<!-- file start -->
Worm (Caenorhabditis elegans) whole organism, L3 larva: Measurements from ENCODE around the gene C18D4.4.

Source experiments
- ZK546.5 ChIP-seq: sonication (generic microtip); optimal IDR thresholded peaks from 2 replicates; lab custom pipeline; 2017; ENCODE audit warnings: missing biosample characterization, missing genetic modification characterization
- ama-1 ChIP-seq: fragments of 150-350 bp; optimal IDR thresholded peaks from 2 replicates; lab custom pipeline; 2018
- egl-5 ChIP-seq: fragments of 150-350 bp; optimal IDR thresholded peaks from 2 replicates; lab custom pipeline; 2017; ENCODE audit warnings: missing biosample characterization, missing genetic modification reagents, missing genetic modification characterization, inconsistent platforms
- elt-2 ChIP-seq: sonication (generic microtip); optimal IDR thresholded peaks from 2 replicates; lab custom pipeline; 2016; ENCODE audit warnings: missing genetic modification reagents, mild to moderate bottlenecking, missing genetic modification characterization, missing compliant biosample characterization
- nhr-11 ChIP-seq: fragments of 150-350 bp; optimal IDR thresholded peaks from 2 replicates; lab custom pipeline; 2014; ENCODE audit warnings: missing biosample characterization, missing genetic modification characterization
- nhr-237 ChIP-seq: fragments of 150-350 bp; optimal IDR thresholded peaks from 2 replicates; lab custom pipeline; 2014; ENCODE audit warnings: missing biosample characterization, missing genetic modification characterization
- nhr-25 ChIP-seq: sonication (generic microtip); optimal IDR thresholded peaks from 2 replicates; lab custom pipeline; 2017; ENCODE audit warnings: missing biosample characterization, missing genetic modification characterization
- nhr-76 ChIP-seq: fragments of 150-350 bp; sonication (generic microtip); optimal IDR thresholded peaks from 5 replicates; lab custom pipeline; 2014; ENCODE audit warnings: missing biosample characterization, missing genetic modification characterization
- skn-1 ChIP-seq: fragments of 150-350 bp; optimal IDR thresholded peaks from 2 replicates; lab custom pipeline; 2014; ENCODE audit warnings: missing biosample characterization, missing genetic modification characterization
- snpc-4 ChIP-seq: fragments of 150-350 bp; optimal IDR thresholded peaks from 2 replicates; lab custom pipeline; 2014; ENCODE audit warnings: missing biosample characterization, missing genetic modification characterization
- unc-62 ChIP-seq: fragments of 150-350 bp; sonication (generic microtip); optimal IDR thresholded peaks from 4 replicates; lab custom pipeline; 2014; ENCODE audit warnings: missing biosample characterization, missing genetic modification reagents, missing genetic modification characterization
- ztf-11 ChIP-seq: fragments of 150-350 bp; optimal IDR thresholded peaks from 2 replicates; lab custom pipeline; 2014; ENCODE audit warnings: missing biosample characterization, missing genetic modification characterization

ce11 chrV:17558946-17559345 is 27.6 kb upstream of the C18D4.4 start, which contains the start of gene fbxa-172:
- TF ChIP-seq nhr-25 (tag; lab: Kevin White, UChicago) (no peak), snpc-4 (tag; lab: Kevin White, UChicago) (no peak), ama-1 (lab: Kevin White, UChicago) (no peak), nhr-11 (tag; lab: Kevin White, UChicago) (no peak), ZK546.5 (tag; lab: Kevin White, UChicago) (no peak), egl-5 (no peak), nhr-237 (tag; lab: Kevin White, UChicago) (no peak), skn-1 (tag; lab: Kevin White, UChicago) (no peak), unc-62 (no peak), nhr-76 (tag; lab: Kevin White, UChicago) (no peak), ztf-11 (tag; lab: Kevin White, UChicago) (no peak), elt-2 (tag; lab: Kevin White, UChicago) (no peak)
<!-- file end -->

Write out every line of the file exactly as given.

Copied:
Worm (Caenorhabditis elegans) whole organism, L3 larva: Measurements from ENCODE around the gene C18D4.4.

Source experiments
- ZK546.5 ChIP-seq: sonication (generic microtip); optimal IDR thresholded peaks from 2 replicates; lab custom pipeline; 2017; ENCODE audit warnings: missing biosample characterization, missing genetic modification characterization
- ama-1 ChIP-seq: fragments of 150-350 bp; optimal IDR thresholded peaks from 2 replicates; lab custom pipeline; 2018
- egl-5 ChIP-seq: fragments of 150-350 bp; optimal IDR thresholded peaks from 2 replicates; lab custom pipeline; 2017; ENCODE audit warnings: missing biosample characterization, missing genetic modification reagents, missing genetic modification characterization, inconsistent platforms
- elt-2 ChIP-seq: sonication (generic microtip); optimal IDR thresholded peaks from 2 replicates; lab custom pipeline; 2016; ENCODE audit warnings: missing genetic modification reagents, mild to moderate bottlenecking, missing genetic modification characterization, missing compliant biosample characterization
- nhr-11 ChIP-seq: fragments of 150-350 bp; optimal IDR thresholded peaks from 2 replicates; lab custom pipeline; 2014; ENCODE audit warnings: missing biosample characterization, missing genetic modification characterization
- nhr-237 ChIP-seq: fragments of 150-350 bp; optimal IDR thresholded peaks from 2 replicates; lab custom pipeline; 2014; ENCODE audit warnings: missing biosample characterization, missing genetic modification characterization
- nhr-25 ChIP-seq: sonication (generic microtip); optimal IDR thresholded peaks from 2 replicates; lab custom pipeline; 2017; ENCODE audit warnings: missing biosample characterization, missing genetic modification characterization
- nhr-76 ChIP-seq: fragments of 150-350 bp; sonication (generic microtip); optimal IDR thresholded peaks from 5 replicates; lab custom pipeline; 2014; ENCODE audit warnings: missing biosample characterization, missing genetic modification characterization
- skn-1 ChIP-seq: fragments of 150-350 bp; optimal IDR thresholded peaks from 2 replicates; lab custom pipeline; 2014; ENCODE audit warnings: missing biosample characterization, missing genetic modification characterization
- snpc-4 ChIP-seq: fragments of 150-350 bp; optimal IDR thresholded peaks from 2 replicates; lab custom pipeline; 2014; ENCODE audit warnings: missing biosample characterization, missing genetic modification characterization
- unc-62 ChIP-seq: fragments of 150-350 bp; sonication (generic microtip); optimal IDR thresholded peaks from 4 replicates; lab custom pipeline; 2014; ENCODE audit warnings: missing biosample characterization, missing genetic modification reagents, missing genetic modification characterization
- ztf-11 ChIP-seq: fragments of 150-350 bp; optimal IDR thresholded peaks from 2 replicates; lab custom pipeline; 2014; ENCODE audit warnings: missing biosample characterization, missing genetic modification characterization

ce11 chrV:17558946-17559345 is 27.6 kb upstream of the C18D4.4 start, which contains the start of gene fbxa-172:
- TF ChIP-seq nhr-25 (tag; lab: Kevin White, UChicago) (no peak), snpc-4 (tag; lab: Kevin White, UChicago) (no peak), ama-1 (lab: Kevin White, UChicago) (no peak), nhr-11 (tag; lab: Kevin White, UChicago) (no peak), ZK546.5 (tag; lab: Kevin White, UChicago) (no peak), egl-5 (no peak), nhr-237 (tag; lab: Kevin White, UChicago) (no peak), skn-1 (tag; lab: Kevin White, UChicago) (no peak), unc-62 (no peak), nhr-76 (tag; lab: Kevin White, UChicago) (no peak), ztf-11 (tag; lab: Kevin White, UChicago) (no peak), elt-2 (tag; lab: Kevin White, UChicago) (no peak)